they’re just not that into me… and/or the class

Despite my firm assertion otherwise, I’ll admit it can be extremely difficult to avoid pandering to students.  Especially lately.  I’m not a big fan of the class I’m teaching right now, but it has nothing whatsoever to do with the students.  For as tempting as it is to rail against the stereotypical student at my university, I can say in complete honesty that in five years of teaching (well over 350 students worth) I have only ever disliked one student.  One.  Them’s pretty good odds, I’d say.  And I’d even go so far as to include my first three years, too.  So eight years=one bad apple.

My concern this semester is the class itself.  English 112, entitled “Composition and Literature,” has so many flaws that it’s almost unteachable.  First, most students resent the hell out of the class itself.  I don’t care how much students “love to read for pleasure,” it doesn’t matter.  As second semester first-year students, they’re tired, they’re overwhelmed.  They made it through their first semester of college and are now fully aware of the time and effort it takes to do well.  They see that they are no longer “the smart one” from their school—universities like mine are ROTTEN with “the smart ones”—and they’re ready to get down to business… IN THEIR CHOSEN MAJOR.  Screw English 112.  Screw literature (pronounced, for those who don’t frequent an English department, “li-trit-ure.”)  I would guess, for the vast majority of these students, they simply want a B in second semester chemistry, or accounting, or whatever the heck pre-requisites mean something to their chosen field.  Unless these students plan to become English majors, they tend to doubt the necessity of the course.

And I don’t blame them one little bit.  I can remember absolutely loving my English 112 teacher, but also wishing I didn’t have to read so much because I really, really wanted to do well in my other classes, the ones that would count on my transcript.  (As I’ve mentioned ad nauseum, I was a Microbiology major until I added English as a second major my senior year.  I recall very clearly realizing, even at that early stage, that I needed to dedicate more time to my major than my other classes.  That’s just how it is.)

Before I go any further, I should say that I’m not about getting rid of English 112.  And I’m also not for a strictly “writing across the curriculum” approach.  It is not the job of the English department to teach students to create lab reports, or to format in APA, or to understand the conventions of composing a memo.  We can certainly help out, and I think we should, when our assistance is requested, but it’s not our job.  Furthermore, literature does have a place, it is our job to teach students to read and analyze text.  I’m just not sure it should be set in stone that students need to take the class second semester of their first year, that’s all.  What if they signed up for the 112 course during their junior or senior year, when they know a bit more about what they’re planning for their future?  Then, a course in close reading, genre conventions, exposition, critical analysis, rhetorical analysist, life writing, etc, etc, etc.  would be a choice, not a hassle.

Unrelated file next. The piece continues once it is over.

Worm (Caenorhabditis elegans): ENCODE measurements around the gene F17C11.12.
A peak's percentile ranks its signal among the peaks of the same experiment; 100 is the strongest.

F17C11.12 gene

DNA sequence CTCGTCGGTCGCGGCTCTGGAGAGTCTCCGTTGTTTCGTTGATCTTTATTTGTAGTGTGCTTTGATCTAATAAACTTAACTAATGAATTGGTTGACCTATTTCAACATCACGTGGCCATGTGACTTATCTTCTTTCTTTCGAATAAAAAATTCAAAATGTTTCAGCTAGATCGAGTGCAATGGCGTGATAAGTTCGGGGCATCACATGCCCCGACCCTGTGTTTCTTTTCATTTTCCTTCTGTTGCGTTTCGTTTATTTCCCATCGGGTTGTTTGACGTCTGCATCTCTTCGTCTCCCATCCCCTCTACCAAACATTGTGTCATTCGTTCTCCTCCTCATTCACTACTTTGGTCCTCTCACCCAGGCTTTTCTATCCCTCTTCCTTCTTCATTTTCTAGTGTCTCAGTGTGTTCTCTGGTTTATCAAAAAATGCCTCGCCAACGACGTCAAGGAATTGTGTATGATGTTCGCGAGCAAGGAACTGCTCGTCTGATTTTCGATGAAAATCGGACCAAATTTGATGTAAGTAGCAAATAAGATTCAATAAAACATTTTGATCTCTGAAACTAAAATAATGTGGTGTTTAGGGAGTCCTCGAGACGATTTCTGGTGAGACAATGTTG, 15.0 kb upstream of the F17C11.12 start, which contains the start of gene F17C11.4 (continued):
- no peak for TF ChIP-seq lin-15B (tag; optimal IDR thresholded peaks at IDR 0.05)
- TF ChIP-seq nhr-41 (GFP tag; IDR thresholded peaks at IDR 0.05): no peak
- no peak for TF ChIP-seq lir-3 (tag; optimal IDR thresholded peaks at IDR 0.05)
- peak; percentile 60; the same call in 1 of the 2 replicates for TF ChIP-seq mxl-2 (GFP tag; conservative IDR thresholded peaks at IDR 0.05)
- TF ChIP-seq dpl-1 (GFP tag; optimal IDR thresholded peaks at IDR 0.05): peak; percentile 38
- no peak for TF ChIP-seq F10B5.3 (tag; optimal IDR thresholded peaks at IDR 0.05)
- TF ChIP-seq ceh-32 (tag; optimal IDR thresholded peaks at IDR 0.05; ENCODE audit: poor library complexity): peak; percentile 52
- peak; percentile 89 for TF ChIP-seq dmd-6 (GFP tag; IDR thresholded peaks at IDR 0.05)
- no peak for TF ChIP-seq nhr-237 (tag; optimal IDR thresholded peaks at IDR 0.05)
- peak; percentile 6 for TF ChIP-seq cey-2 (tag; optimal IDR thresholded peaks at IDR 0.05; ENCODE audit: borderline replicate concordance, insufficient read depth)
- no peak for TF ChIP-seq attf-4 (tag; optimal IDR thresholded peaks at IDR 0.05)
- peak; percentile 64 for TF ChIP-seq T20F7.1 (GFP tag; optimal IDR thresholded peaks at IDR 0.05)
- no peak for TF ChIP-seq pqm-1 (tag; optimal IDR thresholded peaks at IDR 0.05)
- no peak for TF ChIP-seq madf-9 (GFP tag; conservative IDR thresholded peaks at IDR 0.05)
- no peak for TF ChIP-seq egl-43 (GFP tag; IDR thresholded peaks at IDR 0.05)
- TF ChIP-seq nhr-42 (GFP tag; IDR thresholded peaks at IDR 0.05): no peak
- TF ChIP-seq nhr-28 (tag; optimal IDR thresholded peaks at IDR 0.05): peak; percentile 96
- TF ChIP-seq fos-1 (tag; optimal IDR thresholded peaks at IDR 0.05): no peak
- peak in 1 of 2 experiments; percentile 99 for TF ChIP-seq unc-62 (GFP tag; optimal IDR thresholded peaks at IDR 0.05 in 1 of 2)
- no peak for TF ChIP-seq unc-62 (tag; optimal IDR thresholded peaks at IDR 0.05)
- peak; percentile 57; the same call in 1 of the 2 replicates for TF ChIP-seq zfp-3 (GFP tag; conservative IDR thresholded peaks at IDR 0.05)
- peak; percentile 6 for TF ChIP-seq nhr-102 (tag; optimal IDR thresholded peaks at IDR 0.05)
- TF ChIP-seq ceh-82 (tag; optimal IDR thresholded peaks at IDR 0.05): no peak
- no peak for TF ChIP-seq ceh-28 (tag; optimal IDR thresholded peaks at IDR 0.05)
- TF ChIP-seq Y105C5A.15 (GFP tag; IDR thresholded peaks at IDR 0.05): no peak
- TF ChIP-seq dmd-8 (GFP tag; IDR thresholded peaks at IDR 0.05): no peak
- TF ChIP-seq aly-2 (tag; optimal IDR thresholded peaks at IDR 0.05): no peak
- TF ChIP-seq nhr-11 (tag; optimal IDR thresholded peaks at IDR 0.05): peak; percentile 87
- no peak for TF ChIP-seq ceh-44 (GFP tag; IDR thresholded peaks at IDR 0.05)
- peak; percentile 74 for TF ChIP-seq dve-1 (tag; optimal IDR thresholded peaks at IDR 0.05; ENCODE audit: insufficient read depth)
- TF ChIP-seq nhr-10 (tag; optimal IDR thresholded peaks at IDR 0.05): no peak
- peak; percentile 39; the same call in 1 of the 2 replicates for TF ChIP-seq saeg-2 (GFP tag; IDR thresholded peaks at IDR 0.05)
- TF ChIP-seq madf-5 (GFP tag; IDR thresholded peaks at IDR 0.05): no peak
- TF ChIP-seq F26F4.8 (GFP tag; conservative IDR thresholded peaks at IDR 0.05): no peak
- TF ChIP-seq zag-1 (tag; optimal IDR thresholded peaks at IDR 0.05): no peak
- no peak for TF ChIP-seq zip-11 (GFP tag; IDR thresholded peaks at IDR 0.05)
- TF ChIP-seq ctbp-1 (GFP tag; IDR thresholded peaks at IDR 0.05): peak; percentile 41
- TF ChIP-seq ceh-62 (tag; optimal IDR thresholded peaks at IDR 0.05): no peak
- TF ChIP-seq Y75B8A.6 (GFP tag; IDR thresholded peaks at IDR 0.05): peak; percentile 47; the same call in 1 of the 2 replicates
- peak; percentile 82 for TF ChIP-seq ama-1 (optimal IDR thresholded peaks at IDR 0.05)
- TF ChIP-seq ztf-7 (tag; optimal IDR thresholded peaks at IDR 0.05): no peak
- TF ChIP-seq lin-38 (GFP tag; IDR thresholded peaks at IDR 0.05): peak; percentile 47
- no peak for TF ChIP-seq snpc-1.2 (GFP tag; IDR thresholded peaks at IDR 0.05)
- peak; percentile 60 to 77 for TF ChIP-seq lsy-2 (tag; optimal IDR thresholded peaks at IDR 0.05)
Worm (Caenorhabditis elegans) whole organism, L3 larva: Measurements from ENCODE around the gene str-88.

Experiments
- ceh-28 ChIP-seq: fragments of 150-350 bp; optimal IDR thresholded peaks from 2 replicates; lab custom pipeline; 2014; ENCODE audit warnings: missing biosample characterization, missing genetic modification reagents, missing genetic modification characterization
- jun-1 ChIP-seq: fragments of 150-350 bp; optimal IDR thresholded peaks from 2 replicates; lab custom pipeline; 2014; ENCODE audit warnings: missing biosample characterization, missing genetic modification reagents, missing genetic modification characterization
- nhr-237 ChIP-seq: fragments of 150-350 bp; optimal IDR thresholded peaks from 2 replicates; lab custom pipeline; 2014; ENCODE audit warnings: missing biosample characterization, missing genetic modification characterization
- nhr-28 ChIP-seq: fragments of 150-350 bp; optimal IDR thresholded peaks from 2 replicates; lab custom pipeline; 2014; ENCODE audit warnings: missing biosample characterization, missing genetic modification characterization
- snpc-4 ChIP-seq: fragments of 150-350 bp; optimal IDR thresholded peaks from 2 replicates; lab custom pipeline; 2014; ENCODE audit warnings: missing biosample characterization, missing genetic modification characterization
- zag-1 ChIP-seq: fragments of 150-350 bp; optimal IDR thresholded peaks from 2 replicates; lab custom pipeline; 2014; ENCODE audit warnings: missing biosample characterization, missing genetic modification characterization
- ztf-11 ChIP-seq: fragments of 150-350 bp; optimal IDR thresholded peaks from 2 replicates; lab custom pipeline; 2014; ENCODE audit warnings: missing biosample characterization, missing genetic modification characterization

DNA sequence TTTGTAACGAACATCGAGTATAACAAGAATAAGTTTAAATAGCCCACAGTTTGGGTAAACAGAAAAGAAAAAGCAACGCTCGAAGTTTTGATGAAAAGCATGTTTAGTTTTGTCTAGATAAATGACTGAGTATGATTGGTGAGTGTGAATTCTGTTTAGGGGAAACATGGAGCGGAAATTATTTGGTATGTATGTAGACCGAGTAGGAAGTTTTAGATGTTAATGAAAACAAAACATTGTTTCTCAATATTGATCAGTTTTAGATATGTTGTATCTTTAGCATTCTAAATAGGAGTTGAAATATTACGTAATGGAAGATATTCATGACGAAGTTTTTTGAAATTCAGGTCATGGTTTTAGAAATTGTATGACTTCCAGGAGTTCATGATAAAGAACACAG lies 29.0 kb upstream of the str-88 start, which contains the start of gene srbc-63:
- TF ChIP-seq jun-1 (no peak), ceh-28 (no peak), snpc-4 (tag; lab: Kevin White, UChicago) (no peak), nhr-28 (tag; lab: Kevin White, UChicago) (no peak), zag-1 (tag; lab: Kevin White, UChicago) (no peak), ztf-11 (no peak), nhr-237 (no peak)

Which brings me to my point.  Obviously, I love teaching.  Even after days I feel terrible about my own teaching, I can’t wait to get back into the classroom to interact with the students again.  But trying to teach to an audience that, at times, thoroughly resents the class itself can be depressing.  I love writing and thinking about writing and reading and thinking about what I’ve read and talking to others and theorizing and just the whole experience of working with langauge.  But it can be a challenge to teach, to get in there every day and be the cheerleader.

And there’s the rub:  should I be the cheerleader?  Should I spend so much time and energy trying to get them to love it?  To love li-trit-ure?  Or should I simply go in there expecting that they’ve read, expecting that they’ll respect this material (despite the flaws of the course), that they’ll recognize the worth of the class?

Tangent # 657:  Most of my students, when asked to write about their past experiences with reading, cited a specific moment in time when they began to HATE reading.  With few exceptions, this moment occurred when they were forced to read something against their will, under a deadline, and with a test or writing assignment attached to it.  Good God it was a sad bunch of papers to read and respond to.  I felt guilty on behalf of every well meaning teacher out there (and seriously, seriously pissed off at a few not-so-well meaning ones.)

So that’s it.  Do I pander?  Do I cajole?  Do I try to inspire them to enjoy the reading?  Do I momentarily set rigor aside to ask: “If you were casting this book as a movie, what actors would you seek for each character role?” and then let them have at for 15 precious minutes?

I don’t know.

Or maybe it’s just me.


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